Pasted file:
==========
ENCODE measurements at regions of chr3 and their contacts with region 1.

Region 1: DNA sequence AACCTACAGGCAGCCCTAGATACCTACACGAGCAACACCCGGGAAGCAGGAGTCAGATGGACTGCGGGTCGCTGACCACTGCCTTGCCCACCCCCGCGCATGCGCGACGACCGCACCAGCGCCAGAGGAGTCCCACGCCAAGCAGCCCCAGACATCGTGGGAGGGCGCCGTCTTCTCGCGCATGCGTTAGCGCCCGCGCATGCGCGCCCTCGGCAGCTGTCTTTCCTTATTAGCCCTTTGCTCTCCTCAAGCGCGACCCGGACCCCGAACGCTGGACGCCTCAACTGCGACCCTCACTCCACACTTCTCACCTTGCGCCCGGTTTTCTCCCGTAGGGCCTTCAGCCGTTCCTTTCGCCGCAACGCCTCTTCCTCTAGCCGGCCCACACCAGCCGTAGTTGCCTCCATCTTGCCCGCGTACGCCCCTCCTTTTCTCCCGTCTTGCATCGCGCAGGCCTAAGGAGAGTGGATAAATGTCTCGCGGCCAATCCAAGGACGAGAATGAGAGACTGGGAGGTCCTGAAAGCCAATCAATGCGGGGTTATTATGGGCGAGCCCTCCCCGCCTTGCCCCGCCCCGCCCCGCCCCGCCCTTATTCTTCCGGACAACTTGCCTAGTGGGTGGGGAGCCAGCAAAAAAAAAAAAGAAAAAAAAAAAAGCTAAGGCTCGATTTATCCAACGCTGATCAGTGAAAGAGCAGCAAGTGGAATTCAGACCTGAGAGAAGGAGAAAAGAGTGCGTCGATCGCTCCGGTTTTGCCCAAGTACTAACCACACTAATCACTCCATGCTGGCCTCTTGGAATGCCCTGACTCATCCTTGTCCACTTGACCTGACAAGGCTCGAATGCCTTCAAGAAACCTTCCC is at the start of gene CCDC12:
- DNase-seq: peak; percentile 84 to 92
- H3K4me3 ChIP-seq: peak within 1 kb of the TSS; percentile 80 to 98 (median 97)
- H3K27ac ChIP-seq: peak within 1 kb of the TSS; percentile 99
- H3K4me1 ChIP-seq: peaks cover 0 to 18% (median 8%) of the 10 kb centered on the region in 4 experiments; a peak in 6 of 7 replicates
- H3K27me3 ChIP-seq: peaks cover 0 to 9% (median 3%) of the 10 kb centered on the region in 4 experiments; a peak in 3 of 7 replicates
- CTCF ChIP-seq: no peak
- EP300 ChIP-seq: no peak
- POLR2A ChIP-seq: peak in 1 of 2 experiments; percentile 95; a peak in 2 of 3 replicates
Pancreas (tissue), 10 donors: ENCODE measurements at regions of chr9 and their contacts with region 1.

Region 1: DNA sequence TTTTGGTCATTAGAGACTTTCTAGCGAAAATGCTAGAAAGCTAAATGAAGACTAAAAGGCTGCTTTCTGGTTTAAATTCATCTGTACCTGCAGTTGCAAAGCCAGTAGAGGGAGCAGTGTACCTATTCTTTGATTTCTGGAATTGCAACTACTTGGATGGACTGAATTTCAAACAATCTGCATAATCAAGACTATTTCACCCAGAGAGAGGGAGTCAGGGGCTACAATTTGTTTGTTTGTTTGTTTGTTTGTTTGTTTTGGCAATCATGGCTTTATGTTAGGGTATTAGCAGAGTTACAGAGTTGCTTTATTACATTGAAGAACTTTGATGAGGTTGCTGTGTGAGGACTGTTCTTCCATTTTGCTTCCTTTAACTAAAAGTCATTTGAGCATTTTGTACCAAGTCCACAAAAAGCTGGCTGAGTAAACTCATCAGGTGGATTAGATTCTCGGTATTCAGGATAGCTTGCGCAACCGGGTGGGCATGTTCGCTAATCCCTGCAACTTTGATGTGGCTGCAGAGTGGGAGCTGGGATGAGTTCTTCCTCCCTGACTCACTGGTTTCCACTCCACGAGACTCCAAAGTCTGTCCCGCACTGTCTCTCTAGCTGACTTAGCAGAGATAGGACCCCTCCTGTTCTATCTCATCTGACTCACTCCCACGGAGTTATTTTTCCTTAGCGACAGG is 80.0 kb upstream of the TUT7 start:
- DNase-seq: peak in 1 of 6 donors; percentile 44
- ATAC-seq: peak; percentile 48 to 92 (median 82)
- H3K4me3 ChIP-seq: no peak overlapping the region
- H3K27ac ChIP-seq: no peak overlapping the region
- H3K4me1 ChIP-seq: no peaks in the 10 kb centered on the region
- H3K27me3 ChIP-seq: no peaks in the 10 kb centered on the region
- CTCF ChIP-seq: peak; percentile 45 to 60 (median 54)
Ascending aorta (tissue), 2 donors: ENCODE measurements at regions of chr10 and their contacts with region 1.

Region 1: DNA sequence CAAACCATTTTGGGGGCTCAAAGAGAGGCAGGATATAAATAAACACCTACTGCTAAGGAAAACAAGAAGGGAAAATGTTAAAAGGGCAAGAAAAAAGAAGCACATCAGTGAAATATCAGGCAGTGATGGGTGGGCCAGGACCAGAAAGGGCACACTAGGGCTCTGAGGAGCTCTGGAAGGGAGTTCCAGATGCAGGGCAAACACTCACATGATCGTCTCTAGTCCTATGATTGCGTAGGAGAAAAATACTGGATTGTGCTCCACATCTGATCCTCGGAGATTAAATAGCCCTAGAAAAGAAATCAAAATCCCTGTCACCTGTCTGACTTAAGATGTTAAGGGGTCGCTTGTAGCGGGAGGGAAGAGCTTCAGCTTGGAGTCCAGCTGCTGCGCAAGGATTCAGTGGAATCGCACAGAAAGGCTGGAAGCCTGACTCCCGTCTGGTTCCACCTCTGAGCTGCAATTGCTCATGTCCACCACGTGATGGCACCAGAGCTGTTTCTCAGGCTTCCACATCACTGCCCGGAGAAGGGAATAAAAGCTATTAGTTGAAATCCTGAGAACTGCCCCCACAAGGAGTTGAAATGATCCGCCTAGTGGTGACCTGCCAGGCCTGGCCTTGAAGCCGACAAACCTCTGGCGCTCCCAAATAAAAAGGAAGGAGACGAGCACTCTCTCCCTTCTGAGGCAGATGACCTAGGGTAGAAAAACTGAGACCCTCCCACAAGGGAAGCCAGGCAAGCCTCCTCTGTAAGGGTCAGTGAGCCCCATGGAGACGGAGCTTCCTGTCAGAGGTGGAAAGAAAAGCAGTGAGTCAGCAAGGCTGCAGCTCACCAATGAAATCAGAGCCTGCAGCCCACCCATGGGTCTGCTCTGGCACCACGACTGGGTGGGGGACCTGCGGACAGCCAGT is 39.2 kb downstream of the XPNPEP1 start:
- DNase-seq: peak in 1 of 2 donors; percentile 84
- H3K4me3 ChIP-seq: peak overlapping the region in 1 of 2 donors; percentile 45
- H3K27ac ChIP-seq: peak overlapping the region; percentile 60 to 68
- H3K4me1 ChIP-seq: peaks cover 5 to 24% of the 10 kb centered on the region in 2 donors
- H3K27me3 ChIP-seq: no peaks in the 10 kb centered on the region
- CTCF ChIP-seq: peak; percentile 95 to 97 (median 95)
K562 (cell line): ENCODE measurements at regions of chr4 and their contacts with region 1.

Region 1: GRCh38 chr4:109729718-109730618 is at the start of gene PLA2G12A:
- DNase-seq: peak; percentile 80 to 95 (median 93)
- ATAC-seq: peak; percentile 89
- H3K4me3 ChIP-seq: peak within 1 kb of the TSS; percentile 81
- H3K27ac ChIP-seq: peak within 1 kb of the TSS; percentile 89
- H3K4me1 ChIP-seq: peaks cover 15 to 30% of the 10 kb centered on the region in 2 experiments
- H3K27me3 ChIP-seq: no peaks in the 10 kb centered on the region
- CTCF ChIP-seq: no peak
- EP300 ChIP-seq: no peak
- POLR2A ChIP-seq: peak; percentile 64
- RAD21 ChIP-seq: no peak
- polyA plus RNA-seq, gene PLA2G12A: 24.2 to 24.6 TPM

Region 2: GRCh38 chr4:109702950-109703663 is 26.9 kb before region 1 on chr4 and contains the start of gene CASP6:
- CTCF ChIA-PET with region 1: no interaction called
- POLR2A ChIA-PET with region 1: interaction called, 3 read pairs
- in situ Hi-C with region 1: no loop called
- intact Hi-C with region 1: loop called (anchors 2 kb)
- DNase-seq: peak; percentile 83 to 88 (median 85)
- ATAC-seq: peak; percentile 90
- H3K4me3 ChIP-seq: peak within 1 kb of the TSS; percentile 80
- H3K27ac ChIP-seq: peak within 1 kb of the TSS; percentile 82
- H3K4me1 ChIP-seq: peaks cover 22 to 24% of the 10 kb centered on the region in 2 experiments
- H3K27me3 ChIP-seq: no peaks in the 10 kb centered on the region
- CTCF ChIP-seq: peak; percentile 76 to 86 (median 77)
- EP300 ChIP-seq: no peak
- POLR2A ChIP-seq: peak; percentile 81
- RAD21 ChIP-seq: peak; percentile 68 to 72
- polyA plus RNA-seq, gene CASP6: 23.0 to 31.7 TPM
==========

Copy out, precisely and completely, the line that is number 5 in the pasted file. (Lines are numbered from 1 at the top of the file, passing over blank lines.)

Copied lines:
- H3K27ac ChIP-seq: peak within 1 kb of the TSS; percentile 99